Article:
UNIFIED PATENT COURT
The lower house of the Italian Parliament has approved a bill on ratification of the Unified Patent Court Agreement, a passage through the upper house is necessary for final approval.
Yesterday the Italian Parliament’s lower house, the Chamber of Deputies, approved the draft law on ratification of the Unified Patent Court Agreement (UPC Agreement), with 302 votes in favour, 108 against and 25 abstentions.
The Unified Patent Court is the supranational tribunal that will eventually have exclusive jurisdiction on both European and unitary patents.
EU legislation on the unitary patent can only come into force after ratification of the UPC Agreement by Germany, France and the United Kingdom as well as by 10 other EU member states.
At the moment the list of countries that have already ratified includes France – but neither Germany nor the United Kingdom yet – as well as 10 other EU members: Austria, Belgium, Bulgaria, Denmark, Finland, Luxembourg, Malta, The Netherlands, Portugal and Sweden.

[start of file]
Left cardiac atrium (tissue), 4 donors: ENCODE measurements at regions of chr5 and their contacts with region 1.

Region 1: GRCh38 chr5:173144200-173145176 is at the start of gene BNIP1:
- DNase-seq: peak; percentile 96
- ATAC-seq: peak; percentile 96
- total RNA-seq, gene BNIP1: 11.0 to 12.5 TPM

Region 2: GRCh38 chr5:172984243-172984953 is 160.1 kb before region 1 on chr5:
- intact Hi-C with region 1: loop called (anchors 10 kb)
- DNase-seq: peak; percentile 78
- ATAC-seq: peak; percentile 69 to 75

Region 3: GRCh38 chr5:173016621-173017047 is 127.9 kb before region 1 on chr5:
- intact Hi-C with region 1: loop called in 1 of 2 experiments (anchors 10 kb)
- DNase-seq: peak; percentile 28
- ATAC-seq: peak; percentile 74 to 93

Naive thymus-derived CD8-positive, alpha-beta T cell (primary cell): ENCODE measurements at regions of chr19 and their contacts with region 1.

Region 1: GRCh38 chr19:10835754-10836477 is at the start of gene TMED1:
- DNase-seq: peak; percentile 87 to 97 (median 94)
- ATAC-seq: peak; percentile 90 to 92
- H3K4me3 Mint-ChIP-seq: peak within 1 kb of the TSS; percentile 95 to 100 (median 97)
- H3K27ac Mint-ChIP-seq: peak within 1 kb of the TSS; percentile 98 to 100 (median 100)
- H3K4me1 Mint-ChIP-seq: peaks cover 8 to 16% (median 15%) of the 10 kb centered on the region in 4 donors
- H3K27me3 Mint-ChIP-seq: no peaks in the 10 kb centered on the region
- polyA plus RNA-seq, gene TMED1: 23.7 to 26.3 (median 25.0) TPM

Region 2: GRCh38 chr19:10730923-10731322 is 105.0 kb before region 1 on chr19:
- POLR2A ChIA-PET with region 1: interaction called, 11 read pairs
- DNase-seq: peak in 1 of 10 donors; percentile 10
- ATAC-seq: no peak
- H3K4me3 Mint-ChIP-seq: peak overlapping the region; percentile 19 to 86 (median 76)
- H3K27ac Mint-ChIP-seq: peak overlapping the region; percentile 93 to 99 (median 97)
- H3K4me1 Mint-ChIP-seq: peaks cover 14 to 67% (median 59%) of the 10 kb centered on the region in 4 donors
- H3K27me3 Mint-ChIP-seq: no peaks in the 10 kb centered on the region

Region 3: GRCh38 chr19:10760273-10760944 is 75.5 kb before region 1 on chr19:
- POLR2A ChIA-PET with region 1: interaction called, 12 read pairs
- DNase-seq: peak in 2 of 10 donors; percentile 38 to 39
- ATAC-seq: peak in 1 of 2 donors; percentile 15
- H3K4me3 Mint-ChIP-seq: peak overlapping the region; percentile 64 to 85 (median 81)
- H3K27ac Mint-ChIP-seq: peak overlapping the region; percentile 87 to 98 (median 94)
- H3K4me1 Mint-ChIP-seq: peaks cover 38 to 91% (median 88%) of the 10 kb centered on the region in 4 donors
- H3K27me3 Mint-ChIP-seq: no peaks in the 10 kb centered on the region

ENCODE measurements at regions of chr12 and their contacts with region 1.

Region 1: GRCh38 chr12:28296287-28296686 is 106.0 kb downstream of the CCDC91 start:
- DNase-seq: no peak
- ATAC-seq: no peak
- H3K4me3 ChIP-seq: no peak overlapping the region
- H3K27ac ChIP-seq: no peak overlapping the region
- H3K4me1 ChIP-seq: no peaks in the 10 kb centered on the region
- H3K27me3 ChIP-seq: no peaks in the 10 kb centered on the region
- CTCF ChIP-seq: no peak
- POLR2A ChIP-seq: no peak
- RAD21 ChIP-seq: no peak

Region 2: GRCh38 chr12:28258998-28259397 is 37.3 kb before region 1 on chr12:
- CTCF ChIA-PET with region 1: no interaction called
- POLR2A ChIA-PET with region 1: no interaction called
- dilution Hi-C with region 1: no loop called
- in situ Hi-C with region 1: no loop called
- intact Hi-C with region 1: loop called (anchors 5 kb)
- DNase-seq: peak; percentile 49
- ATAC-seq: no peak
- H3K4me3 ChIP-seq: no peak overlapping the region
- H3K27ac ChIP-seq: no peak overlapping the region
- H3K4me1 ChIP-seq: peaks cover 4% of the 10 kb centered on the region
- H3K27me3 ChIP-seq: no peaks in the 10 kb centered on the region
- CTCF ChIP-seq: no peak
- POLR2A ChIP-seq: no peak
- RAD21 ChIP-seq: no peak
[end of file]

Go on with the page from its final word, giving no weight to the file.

Italy’s ratification bill has been examined by several of the parliament’s committees, some of which gave their approval but added comments or requests. The Committee for Constitutional Affairs asked its colleagues to consider whether the exclusive nature of the Unified Patent Court might (albeit at the end of the 7-year transitional period) limit the right of defence should the owner of a patent recognised under Italian law wish to bring an action before an Italian court to enforce his rights against the owner of a European patent.
The Committee for EU Policy asked the government to consider the opportunity, within the United Kingdom’s Brexit process, of requesting that Italy forward its candidacy for the seat of the Unified Patent Court’s central division originally assigned London.
The bill must pass through the Italian Senate before final approval.
15 September 2016